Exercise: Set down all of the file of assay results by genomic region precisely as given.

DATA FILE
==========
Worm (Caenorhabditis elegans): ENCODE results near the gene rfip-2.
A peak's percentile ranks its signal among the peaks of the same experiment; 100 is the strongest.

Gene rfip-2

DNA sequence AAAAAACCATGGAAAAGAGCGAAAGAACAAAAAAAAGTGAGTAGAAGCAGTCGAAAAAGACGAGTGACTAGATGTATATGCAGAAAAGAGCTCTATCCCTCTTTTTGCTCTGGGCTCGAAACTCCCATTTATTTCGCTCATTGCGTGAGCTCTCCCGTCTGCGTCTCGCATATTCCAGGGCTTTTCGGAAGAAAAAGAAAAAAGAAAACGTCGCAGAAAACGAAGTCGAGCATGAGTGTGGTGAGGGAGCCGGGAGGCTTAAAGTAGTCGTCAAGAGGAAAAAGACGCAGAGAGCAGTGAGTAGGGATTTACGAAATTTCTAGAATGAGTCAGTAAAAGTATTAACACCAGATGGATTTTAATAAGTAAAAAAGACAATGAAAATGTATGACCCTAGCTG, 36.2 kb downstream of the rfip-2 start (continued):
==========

Worm (Caenorhabditis elegans): ENCODE results near the gene rfip-2.
A peak's percentile ranks its signal among the peaks of the same experiment; 100 is the strongest.

Gene rfip-2

DNA sequence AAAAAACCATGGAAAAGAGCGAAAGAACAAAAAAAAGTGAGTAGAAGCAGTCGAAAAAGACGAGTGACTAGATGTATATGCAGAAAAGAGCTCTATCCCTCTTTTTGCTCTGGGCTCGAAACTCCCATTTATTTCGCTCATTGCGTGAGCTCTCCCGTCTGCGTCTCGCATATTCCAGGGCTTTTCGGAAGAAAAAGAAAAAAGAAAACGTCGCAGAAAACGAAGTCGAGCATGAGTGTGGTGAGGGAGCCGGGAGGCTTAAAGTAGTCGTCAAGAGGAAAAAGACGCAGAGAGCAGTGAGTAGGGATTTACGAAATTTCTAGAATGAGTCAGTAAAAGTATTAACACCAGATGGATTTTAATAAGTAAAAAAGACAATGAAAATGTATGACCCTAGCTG, 36.2 kb downstream of the rfip-2 start (continued):